Five years ago, a business-minded potential donor asked Sandy Williams, who was president of Gladstone at the time, how someone might measure the return on investment a donor could expect from a contribution to discovery science.
Williams intuitively knew that the kinds of biomedical breakthroughs that donors hope for, such as drugs or devices, arise from the work of many people over many years at multiple institutions. But could he quantify it?
After mulling over the donor’s question about return on investment, Williams approached the heads of the bioinformatics core at Gladstone, including Pico, PhD, associate director of bioinformatics. Pico recognized that scientific research results in incremental gains in knowledge that eventually lead to cures, devices, or other noteworthy returns on investment. And, to Pico, the idea of tracing how this happens over time looked like a network problem.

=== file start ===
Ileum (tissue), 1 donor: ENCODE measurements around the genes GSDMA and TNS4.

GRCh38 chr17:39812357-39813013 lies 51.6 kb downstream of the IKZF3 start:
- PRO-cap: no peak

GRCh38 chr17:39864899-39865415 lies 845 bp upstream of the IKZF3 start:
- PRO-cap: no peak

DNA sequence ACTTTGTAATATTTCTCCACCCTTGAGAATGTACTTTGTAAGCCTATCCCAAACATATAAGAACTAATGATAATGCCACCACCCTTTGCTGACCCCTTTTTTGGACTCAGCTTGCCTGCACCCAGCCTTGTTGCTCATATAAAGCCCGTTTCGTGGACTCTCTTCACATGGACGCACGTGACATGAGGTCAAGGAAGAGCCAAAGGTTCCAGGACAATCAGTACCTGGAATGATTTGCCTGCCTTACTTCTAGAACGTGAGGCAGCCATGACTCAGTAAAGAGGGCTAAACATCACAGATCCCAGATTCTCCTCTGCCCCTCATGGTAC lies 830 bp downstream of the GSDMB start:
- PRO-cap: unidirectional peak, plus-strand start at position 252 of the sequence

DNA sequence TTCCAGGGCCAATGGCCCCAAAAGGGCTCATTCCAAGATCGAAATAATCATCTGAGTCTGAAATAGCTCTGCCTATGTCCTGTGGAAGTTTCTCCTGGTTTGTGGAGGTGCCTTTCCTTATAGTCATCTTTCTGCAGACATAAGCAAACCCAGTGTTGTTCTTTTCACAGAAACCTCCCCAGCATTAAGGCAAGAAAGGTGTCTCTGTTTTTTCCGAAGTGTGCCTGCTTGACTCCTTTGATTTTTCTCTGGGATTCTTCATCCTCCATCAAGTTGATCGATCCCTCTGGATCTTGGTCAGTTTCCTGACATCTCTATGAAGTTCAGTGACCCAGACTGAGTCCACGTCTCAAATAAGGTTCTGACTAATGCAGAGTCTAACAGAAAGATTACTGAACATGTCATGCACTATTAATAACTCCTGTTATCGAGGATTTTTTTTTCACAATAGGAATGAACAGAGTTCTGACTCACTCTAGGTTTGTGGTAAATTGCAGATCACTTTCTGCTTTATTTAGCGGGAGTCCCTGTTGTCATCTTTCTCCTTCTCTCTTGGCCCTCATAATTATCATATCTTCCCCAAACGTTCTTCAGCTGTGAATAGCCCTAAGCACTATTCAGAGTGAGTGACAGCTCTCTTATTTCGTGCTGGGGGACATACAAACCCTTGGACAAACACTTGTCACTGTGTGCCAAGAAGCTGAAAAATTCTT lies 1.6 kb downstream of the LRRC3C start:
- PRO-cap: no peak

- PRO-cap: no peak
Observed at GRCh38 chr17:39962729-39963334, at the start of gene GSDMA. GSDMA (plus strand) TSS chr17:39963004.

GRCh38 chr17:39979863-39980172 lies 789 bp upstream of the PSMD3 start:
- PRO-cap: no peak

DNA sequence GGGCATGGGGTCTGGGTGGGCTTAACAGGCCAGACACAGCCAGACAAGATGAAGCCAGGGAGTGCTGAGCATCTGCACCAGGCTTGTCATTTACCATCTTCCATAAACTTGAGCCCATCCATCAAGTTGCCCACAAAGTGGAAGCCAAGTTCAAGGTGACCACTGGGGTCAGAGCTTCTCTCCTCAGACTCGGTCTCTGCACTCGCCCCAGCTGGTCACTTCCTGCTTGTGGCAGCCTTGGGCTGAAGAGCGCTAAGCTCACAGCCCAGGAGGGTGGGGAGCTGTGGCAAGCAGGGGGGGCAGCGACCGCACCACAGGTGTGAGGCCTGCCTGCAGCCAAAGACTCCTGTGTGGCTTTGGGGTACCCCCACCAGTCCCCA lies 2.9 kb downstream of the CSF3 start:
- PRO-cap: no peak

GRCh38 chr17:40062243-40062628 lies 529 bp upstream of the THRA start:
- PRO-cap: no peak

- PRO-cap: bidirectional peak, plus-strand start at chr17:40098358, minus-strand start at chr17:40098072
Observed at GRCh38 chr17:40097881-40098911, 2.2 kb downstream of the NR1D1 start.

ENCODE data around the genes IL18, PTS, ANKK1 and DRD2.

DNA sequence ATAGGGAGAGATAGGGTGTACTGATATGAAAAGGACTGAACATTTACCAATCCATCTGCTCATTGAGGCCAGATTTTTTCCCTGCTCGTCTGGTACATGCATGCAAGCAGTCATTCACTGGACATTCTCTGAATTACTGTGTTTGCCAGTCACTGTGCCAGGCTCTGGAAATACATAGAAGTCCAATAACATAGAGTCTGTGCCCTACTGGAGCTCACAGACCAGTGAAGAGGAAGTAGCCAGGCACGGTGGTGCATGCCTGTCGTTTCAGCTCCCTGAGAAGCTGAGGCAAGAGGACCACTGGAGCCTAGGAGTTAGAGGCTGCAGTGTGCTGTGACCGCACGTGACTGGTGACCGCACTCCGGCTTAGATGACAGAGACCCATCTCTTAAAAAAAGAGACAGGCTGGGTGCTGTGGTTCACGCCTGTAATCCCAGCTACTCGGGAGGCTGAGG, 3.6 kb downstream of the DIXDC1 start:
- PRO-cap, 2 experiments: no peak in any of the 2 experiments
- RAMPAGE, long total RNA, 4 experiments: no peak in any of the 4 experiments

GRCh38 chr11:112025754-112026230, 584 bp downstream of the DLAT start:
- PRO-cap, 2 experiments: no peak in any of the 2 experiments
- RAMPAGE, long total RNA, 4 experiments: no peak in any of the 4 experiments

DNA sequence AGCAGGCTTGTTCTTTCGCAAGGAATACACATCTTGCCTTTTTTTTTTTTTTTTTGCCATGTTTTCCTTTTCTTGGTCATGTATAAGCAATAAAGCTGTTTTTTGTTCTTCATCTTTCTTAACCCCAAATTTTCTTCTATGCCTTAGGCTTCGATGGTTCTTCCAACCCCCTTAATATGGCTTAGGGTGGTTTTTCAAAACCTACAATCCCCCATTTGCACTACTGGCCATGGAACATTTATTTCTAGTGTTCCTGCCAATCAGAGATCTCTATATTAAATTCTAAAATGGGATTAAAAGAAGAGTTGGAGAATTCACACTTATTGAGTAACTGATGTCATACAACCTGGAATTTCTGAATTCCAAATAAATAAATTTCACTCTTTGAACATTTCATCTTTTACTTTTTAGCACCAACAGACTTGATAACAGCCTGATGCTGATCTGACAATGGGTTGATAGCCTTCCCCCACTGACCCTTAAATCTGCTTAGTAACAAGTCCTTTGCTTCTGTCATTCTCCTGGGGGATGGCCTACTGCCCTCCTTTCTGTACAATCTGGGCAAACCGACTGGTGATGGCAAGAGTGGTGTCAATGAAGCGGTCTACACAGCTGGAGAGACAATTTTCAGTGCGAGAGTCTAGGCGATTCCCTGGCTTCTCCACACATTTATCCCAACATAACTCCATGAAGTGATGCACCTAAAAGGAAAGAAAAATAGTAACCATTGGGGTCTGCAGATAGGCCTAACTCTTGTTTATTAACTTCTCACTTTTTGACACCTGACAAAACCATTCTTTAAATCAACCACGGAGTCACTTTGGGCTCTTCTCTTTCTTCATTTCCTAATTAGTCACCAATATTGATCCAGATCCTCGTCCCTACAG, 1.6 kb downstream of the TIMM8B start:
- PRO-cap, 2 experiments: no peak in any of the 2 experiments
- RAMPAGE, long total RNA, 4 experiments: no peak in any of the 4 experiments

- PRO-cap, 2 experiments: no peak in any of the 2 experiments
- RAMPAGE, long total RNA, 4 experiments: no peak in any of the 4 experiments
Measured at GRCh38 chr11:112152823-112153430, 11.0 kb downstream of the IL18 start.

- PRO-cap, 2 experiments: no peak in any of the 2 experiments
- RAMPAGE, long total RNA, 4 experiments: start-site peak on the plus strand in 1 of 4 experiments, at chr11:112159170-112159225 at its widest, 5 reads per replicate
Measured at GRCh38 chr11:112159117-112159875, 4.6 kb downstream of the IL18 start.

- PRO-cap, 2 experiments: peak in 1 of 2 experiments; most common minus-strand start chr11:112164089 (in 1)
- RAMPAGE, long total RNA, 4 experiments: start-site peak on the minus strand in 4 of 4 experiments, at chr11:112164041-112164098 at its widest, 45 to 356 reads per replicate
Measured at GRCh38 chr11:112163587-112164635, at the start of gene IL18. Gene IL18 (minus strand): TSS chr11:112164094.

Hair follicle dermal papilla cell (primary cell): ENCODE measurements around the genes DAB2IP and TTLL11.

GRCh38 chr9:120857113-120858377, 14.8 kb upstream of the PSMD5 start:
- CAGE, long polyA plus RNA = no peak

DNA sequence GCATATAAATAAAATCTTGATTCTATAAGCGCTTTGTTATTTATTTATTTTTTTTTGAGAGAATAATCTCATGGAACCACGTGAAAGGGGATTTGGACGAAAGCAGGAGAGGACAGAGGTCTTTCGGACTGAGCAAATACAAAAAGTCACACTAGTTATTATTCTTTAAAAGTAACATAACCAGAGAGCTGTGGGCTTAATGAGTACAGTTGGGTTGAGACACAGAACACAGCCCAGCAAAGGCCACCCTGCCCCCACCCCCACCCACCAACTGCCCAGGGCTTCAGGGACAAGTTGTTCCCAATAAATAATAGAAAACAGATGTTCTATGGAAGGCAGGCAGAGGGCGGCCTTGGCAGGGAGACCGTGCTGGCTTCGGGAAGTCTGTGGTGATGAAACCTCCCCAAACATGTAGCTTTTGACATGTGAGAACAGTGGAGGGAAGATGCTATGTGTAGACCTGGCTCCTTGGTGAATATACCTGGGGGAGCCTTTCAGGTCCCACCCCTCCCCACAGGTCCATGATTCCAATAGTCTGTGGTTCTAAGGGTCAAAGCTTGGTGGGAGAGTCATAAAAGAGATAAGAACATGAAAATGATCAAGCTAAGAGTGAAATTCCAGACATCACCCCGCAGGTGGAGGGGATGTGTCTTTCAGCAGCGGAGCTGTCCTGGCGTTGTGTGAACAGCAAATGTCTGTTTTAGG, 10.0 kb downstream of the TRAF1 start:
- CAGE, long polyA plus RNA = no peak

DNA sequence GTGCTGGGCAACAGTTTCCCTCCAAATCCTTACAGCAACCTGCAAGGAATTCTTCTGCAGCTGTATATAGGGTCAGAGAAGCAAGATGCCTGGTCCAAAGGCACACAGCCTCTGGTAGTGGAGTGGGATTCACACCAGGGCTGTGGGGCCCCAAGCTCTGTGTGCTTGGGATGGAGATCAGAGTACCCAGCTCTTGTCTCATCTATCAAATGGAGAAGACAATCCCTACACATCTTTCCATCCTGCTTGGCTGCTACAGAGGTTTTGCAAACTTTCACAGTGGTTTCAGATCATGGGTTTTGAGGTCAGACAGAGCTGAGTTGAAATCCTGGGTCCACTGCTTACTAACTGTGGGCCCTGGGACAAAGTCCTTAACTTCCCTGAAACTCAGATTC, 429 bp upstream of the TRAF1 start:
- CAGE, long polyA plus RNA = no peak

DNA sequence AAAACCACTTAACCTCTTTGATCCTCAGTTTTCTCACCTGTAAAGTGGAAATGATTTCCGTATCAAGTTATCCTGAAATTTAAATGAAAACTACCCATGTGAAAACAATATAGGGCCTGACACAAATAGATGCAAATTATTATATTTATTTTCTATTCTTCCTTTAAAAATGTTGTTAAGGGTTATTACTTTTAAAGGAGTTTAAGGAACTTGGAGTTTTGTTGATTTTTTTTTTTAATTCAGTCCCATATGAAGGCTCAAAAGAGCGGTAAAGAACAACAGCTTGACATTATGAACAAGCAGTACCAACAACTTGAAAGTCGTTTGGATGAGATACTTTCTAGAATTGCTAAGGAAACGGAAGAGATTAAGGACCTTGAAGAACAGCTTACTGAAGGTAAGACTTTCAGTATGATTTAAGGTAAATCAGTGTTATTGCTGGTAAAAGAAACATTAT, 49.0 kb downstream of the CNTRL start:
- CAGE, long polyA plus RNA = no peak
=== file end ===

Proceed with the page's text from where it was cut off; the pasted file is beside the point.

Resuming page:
Pico was accustomed to studying biological networks—interactions among the components of cells, such as genes and proteins. But the tools he used were equally applicable to other types of networks, such as social networks or water distribution networks. He reasoned that these tools could also apply to citation networks—papers citing other papers that cite other papers. Pico and his collaborators hypothesized that such networks might reveal the extent to which a broad base of collaborative research actually lies behind important biomedical success stories.
To test their hypothesis, they asked: Just how many researchers, institutions, and collaborations contribute to a single cure? Using data mining and a network visualization software called Cytoscape, they extracted from the repository of published medical literature (PubMed), the citation network behind the FDA approval of two new drugs.